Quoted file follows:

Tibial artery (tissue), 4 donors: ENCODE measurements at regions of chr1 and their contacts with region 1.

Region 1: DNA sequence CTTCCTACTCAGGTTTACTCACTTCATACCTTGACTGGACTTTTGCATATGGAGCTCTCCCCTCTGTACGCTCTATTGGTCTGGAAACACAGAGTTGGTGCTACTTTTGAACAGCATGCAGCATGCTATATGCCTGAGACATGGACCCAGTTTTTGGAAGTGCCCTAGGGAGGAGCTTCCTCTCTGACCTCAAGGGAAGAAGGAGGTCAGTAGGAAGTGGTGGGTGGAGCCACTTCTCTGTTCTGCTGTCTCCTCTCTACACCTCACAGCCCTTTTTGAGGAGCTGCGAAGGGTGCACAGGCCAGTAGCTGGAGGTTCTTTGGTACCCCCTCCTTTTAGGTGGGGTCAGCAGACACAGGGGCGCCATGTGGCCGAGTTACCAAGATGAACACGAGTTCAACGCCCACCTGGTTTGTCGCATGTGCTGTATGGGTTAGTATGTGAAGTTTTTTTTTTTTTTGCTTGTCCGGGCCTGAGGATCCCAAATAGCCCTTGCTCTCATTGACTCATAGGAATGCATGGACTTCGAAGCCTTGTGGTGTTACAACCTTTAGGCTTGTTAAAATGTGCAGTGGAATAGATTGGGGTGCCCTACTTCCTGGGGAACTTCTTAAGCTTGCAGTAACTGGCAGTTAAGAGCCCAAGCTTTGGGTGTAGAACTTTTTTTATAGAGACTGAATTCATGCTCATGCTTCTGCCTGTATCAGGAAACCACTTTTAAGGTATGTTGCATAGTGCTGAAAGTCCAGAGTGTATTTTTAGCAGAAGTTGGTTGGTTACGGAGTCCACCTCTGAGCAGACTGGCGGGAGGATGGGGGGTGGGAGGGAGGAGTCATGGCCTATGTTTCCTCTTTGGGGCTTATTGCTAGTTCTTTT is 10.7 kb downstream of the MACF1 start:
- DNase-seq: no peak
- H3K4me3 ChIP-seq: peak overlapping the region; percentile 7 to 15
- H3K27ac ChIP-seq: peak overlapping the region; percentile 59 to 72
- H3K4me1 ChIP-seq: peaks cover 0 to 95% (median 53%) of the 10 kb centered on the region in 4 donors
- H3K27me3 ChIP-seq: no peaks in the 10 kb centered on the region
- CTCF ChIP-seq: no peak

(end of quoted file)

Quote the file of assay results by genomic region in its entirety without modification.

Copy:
Tibial artery (tissue), 4 donors: ENCODE measurements at regions of chr1 and their contacts with region 1.

Region 1: DNA sequence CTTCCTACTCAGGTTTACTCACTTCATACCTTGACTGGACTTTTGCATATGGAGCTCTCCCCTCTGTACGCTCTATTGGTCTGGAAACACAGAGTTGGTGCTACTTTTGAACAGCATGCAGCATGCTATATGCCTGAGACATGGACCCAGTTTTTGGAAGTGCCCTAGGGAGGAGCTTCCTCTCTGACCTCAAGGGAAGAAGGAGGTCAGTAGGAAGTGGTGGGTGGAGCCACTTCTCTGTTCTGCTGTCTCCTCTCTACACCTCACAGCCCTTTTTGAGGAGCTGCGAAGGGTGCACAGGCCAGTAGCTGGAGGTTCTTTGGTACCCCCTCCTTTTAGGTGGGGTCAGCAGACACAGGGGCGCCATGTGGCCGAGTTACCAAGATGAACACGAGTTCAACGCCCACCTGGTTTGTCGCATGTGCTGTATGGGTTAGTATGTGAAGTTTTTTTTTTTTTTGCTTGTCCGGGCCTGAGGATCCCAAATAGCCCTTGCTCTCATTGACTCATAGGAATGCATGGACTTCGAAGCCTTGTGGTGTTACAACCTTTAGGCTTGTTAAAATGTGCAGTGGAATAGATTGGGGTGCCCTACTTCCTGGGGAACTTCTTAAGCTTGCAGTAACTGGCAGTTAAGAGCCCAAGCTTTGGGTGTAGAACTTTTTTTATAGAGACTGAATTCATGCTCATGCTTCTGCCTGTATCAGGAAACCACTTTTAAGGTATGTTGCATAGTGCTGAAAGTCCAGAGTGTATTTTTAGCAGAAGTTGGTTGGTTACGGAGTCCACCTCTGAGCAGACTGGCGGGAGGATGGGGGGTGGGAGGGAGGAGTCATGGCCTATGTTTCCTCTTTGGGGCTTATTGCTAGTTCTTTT is 10.7 kb downstream of the MACF1 start:
- DNase-seq: no peak
- H3K4me3 ChIP-seq: peak overlapping the region; percentile 7 to 15
- H3K27ac ChIP-seq: peak overlapping the region; percentile 59 to 72
- H3K4me1 ChIP-seq: peaks cover 0 to 95% (median 53%) of the 10 kb centered on the region in 4 donors
- H3K27me3 ChIP-seq: no peaks in the 10 kb centered on the region
- CTCF ChIP-seq: no peak